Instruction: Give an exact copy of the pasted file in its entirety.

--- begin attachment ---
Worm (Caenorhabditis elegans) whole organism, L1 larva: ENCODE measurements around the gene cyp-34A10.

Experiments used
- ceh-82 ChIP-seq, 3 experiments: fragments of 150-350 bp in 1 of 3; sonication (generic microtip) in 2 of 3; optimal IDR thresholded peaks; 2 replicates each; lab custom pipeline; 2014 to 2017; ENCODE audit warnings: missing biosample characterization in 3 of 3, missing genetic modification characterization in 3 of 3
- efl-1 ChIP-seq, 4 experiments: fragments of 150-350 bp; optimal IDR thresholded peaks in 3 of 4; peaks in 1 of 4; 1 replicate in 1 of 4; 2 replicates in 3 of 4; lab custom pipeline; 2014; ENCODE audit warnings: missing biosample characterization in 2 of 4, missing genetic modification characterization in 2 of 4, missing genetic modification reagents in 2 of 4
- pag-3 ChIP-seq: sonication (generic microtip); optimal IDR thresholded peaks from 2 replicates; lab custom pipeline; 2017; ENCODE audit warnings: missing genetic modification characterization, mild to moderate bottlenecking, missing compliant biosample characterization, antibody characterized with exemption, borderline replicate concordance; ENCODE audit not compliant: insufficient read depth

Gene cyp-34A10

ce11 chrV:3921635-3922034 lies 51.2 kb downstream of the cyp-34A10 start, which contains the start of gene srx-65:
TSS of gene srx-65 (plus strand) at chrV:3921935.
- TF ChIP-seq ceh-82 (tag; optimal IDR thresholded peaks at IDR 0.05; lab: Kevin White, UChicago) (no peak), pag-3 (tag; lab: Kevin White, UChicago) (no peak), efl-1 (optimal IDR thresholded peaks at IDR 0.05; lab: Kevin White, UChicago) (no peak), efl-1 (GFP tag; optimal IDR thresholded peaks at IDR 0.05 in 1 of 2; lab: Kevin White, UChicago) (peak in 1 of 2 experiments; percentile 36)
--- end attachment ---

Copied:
Worm (Caenorhabditis elegans) whole organism, L1 larva: ENCODE measurements around the gene cyp-34A10.

Experiments used
- ceh-82 ChIP-seq, 3 experiments: fragments of 150-350 bp in 1 of 3; sonication (generic microtip) in 2 of 3; optimal IDR thresholded peaks; 2 replicates each; lab custom pipeline; 2014 to 2017; ENCODE audit warnings: missing biosample characterization in 3 of 3, missing genetic modification characterization in 3 of 3
- efl-1 ChIP-seq, 4 experiments: fragments of 150-350 bp; optimal IDR thresholded peaks in 3 of 4; peaks in 1 of 4; 1 replicate in 1 of 4; 2 replicates in 3 of 4; lab custom pipeline; 2014; ENCODE audit warnings: missing biosample characterization in 2 of 4, missing genetic modification characterization in 2 of 4, missing genetic modification reagents in 2 of 4
- pag-3 ChIP-seq: sonication (generic microtip); optimal IDR thresholded peaks from 2 replicates; lab custom pipeline; 2017; ENCODE audit warnings: missing genetic modification characterization, mild to moderate bottlenecking, missing compliant biosample characterization, antibody characterized with exemption, borderline replicate concordance; ENCODE audit not compliant: insufficient read depth

Gene cyp-34A10

ce11 chrV:3921635-3922034 lies 51.2 kb downstream of the cyp-34A10 start, which contains the start of gene srx-65:
TSS of gene srx-65 (plus strand) at chrV:3921935.
- TF ChIP-seq ceh-82 (tag; optimal IDR thresholded peaks at IDR 0.05; lab: Kevin White, UChicago) (no peak), pag-3 (tag; lab: Kevin White, UChicago) (no peak), efl-1 (optimal IDR thresholded peaks at IDR 0.05; lab: Kevin White, UChicago) (no peak), efl-1 (GFP tag; optimal IDR thresholded peaks at IDR 0.05 in 1 of 2; lab: Kevin White, UChicago) (peak in 1 of 2 experiments; percentile 36)